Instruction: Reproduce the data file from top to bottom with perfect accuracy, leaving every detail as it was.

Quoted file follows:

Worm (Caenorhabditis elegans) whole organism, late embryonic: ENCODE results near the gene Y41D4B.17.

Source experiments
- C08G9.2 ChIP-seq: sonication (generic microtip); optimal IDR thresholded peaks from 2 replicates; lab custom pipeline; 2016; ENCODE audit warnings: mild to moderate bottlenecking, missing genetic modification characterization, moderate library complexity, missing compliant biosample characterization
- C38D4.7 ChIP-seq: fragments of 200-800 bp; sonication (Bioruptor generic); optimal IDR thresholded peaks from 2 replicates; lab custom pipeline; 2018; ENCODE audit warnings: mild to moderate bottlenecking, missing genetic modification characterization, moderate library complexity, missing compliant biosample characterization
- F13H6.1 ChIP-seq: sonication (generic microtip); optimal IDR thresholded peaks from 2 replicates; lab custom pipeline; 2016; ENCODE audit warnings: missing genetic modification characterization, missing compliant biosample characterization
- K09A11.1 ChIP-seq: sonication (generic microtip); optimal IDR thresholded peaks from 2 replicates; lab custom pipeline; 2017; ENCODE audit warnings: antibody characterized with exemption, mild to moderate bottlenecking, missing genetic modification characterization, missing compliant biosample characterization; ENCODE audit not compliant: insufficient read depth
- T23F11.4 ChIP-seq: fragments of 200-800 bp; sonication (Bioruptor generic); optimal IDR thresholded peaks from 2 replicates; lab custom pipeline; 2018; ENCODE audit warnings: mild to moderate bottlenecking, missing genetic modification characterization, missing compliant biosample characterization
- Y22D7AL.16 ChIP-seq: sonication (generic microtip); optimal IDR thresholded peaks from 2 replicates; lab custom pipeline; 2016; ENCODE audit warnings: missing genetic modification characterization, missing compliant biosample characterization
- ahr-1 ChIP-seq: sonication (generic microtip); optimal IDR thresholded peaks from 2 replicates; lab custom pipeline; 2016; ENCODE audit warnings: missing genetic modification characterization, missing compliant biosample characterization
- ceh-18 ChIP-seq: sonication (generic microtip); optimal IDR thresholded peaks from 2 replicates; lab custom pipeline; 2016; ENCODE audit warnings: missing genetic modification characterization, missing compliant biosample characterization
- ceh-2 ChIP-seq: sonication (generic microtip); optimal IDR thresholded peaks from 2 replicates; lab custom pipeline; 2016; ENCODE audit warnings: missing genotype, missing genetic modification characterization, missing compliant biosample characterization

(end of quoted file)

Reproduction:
Worm (Caenorhabditis elegans) whole organism, late embryonic: ENCODE results near the gene Y41D4B.17.

Source experiments
- C08G9.2 ChIP-seq: sonication (generic microtip); optimal IDR thresholded peaks from 2 replicates; lab custom pipeline; 2016; ENCODE audit warnings: mild to moderate bottlenecking, missing genetic modification characterization, moderate library complexity, missing compliant biosample characterization
- C38D4.7 ChIP-seq: fragments of 200-800 bp; sonication (Bioruptor generic); optimal IDR thresholded peaks from 2 replicates; lab custom pipeline; 2018; ENCODE audit warnings: mild to moderate bottlenecking, missing genetic modification characterization, moderate library complexity, missing compliant biosample characterization
- F13H6.1 ChIP-seq: sonication (generic microtip); optimal IDR thresholded peaks from 2 replicates; lab custom pipeline; 2016; ENCODE audit warnings: missing genetic modification characterization, missing compliant biosample characterization
- K09A11.1 ChIP-seq: sonication (generic microtip); optimal IDR thresholded peaks from 2 replicates; lab custom pipeline; 2017; ENCODE audit warnings: antibody characterized with exemption, mild to moderate bottlenecking, missing genetic modification characterization, missing compliant biosample characterization; ENCODE audit not compliant: insufficient read depth
- T23F11.4 ChIP-seq: fragments of 200-800 bp; sonication (Bioruptor generic); optimal IDR thresholded peaks from 2 replicates; lab custom pipeline; 2018; ENCODE audit warnings: mild to moderate bottlenecking, missing genetic modification characterization, missing compliant biosample characterization
- Y22D7AL.16 ChIP-seq: sonication (generic microtip); optimal IDR thresholded peaks from 2 replicates; lab custom pipeline; 2016; ENCODE audit warnings: missing genetic modification characterization, missing compliant biosample characterization
- ahr-1 ChIP-seq: sonication (generic microtip); optimal IDR thresholded peaks from 2 replicates; lab custom pipeline; 2016; ENCODE audit warnings: missing genetic modification characterization, missing compliant biosample characterization
- ceh-18 ChIP-seq: sonication (generic microtip); optimal IDR thresholded peaks from 2 replicates; lab custom pipeline; 2016; ENCODE audit warnings: missing genetic modification characterization, missing compliant biosample characterization
- ceh-2 ChIP-seq: sonication (generic microtip); optimal IDR thresholded peaks from 2 replicates; lab custom pipeline; 2016; ENCODE audit warnings: missing genotype, missing genetic modification characterization, missing compliant biosample characterization